Yesterday was my heavy lifting cooking day. I was in the kitchen for about two or three hours and Steve did the clean up later. What did I do?

Three Days of Salad

Because I’m Italian, we eat a cooked vegetable and a salad every night. I try to eat one at lunch, too. When I was growing up , our salads were very simple — some lettuce with some tomato or cucumber and some dressing. Now, we eat more complex salads.

A complex salad is a mix of raw vegetables, a protein, a sharp taste (cheese or olives or herbs), and a touch of dressing. If there are leftover cooked vegetables, they can go in, too. Not so complex, really.

The trick with salads is to cut up a ton of vegetables all at once. Enough for three days of salad. I put them in handy see through containers in the fridge and then assemble them when needed. It takes three minutes or less to do the assembling. Last night, I cut up cucumber, red onion, and cilantro. I had some feta crumbles and leftover olives from the holidays. I use bottled dressing to save time.

I wash enough lettuce for the week and keep the salad spinner in the fridge. Last night, it was arugula and green leaf lettuce.

Other items that could be ready and handy might be — sliced hard boiled eggs, leftover chicken (also sliced and ready to go), rinsed beans of any kind, celery, shredded carrots, boiled potatoes, green peppers.

Power Cooking Squash

I got a ton of squash from my CSA this year. At the end of the season, I had almost twenty squash in storage in the garage. There were pumpkins, butternut squash, acorn squash, spaghetti squash, and kabocha squash. Making squash can be very time consuming. So, it’s best to cook several at the same time and then freeze them. They freeze very well. I now have side dishes for six meals in the future.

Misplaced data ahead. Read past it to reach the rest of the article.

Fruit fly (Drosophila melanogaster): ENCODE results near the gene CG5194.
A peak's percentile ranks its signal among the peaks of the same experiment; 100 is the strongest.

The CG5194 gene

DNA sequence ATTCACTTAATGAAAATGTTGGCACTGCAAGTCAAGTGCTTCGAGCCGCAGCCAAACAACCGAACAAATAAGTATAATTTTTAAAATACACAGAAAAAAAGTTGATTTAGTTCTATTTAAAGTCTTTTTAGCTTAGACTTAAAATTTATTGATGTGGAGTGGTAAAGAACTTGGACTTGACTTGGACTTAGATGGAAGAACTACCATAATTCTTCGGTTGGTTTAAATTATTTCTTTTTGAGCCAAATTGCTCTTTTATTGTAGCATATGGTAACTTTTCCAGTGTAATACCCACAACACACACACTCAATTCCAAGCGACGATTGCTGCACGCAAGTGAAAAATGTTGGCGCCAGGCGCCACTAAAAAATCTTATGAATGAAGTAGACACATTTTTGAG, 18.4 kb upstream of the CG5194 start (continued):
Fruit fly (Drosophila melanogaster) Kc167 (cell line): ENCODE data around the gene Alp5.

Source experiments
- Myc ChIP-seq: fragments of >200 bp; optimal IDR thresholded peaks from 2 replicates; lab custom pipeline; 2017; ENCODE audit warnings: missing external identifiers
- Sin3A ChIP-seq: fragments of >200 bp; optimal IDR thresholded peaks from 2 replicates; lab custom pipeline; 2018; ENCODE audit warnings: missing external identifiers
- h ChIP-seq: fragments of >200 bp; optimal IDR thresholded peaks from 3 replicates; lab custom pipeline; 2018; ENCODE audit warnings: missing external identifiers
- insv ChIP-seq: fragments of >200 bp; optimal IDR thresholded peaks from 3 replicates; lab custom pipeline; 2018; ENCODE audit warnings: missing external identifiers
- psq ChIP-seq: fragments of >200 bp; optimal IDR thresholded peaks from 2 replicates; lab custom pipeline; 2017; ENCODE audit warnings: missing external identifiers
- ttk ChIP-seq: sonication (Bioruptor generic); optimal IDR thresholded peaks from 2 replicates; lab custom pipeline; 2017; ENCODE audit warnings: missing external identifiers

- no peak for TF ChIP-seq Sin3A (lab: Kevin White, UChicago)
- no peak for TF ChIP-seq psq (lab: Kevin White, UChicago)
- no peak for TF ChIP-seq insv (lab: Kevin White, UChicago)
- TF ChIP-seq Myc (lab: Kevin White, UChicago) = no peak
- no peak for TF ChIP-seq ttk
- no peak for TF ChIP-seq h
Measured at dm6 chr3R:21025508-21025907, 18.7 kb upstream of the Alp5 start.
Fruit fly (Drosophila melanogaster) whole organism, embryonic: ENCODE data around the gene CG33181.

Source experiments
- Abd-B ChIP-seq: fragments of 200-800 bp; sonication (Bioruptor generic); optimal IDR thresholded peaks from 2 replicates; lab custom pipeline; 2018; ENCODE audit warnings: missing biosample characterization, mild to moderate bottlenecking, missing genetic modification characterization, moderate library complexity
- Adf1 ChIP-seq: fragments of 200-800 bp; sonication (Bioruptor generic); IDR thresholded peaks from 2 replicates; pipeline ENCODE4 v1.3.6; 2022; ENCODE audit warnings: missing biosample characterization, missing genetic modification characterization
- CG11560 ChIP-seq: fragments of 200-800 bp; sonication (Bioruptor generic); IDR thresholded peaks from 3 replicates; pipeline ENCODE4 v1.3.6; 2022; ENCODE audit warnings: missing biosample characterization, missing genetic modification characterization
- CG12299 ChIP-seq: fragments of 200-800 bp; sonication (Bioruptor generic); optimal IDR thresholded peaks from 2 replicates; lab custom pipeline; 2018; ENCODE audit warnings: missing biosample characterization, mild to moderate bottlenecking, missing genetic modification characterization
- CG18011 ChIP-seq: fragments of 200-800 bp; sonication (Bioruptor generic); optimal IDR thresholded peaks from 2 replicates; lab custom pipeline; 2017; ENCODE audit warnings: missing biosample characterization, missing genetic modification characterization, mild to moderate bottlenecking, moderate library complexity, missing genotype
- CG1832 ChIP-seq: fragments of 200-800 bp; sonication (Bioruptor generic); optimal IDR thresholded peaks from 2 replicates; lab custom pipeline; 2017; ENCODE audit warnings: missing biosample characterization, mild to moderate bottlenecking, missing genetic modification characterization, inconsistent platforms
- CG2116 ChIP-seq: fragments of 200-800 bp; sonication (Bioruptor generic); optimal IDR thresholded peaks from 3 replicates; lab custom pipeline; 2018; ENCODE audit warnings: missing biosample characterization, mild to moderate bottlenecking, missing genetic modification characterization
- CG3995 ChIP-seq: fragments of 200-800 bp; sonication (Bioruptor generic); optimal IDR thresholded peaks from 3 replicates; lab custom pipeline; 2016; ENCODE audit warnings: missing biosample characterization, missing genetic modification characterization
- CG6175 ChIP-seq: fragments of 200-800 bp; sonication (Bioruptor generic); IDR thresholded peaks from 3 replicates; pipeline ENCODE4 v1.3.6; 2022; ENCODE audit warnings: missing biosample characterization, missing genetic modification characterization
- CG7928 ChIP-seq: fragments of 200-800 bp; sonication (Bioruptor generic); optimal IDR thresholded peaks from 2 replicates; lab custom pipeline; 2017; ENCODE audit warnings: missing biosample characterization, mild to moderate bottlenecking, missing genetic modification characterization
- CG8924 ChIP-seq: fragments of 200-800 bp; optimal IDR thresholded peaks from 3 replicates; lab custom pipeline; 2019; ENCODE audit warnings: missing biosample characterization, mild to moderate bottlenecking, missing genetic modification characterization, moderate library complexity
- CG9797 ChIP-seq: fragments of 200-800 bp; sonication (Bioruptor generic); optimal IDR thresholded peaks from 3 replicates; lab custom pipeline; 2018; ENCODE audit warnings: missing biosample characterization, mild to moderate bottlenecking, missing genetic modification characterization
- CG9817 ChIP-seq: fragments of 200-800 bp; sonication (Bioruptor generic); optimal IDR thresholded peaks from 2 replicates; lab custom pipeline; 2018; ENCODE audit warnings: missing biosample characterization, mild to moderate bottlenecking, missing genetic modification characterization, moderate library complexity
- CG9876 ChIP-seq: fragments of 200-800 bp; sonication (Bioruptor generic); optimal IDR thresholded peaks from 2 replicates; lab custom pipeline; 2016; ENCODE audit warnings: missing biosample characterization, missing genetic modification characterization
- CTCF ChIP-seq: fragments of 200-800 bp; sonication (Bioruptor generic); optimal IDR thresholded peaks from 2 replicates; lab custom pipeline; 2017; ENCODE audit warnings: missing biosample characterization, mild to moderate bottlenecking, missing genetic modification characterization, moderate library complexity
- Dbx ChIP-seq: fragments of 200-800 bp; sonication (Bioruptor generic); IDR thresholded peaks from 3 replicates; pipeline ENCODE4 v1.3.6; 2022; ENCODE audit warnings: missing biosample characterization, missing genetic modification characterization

Last night, I was down to the last four squash. I made two spaghetti squash using this Martha Stewart method.  They went into freezer bags for future use. The last two were small butternut squash. I cut them in half. I covered the cut half with a little olive oil and salt. Then I roasted them cut side down for half an hour at 375 degrees. When they were done, I flipped them over, added a small pad of butter and a sprinkle of brown sugar. Cook for another five minutes.

I told the kids that it was a “squash bowl” and that they should scoop out the food. They ate it.

When you freeze food, remember to label the item with a date. It’s good for six months.

Power Cook Everything

Along with the squash and salad, I made black beans and brown rice. (Ian, who is only 12, got leftover pasta and pork.)

I like to double or triple the quantities of everything that I cook. Steve packs up leftovers for lunch. I eat it for lunch. Jonah eats it as his first dinner, when he comes home from school. And I like to reuse parts of the previous meal in the next dinner. Picky eaters have a plan B in the fridge.

So, I made two cups of brown rice (Trader Joe’s Basmati plus one cube of chicken bouillon). I sautéed some fresh salsa from the local supermarket in some olive oil. I added two cans of Goya black beans, a dash of cumin, salt, and cayenne.

Many supermarkets, not just the high end ones, prepare their own salsas now. Our local one is great. It isn’t spicy ketchup, like some of the jarred stuff. It’s nice chunks of tomato, onion, pepper, and cilantro. They’ve done the prep work for me for so many meals — omelettes, rice, beans, fish, whatever. Supermarket salsa is my favorite cooking hack.

Brown rice takes an hour. Black beans take three minutes.

It takes the same amount of time to make twelve servings of food as four servings, so make more food.